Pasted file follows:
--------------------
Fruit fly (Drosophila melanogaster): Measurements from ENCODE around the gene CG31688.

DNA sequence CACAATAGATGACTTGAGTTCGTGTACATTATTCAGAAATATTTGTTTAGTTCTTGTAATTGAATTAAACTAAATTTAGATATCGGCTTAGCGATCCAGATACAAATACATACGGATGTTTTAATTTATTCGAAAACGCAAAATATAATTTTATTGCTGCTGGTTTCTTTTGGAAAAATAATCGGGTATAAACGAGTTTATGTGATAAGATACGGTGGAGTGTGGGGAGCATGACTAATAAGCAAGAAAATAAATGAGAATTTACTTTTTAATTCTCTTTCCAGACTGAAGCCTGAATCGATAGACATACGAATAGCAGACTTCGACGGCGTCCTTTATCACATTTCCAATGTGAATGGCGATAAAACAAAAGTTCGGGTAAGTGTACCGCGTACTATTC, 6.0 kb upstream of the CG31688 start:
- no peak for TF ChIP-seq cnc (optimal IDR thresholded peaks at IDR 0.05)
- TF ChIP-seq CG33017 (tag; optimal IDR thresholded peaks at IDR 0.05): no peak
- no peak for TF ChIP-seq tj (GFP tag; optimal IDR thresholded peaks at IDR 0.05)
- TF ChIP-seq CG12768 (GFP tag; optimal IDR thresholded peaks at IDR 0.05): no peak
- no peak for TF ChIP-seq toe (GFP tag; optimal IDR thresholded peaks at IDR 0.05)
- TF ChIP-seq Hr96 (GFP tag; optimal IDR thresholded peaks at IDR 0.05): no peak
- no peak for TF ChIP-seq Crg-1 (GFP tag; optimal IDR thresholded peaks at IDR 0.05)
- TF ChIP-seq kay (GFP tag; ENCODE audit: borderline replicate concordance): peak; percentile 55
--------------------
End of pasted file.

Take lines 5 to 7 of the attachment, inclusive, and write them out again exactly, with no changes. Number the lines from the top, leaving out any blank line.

- no peak for TF ChIP-seq tj (GFP tag; optimal IDR thresholded peaks at IDR 0.05)
- TF ChIP-seq CG12768 (GFP tag; optimal IDR thresholded peaks at IDR 0.05): no peak
- no peak for TF ChIP-seq toe (GFP tag; optimal IDR thresholded peaks at IDR 0.05)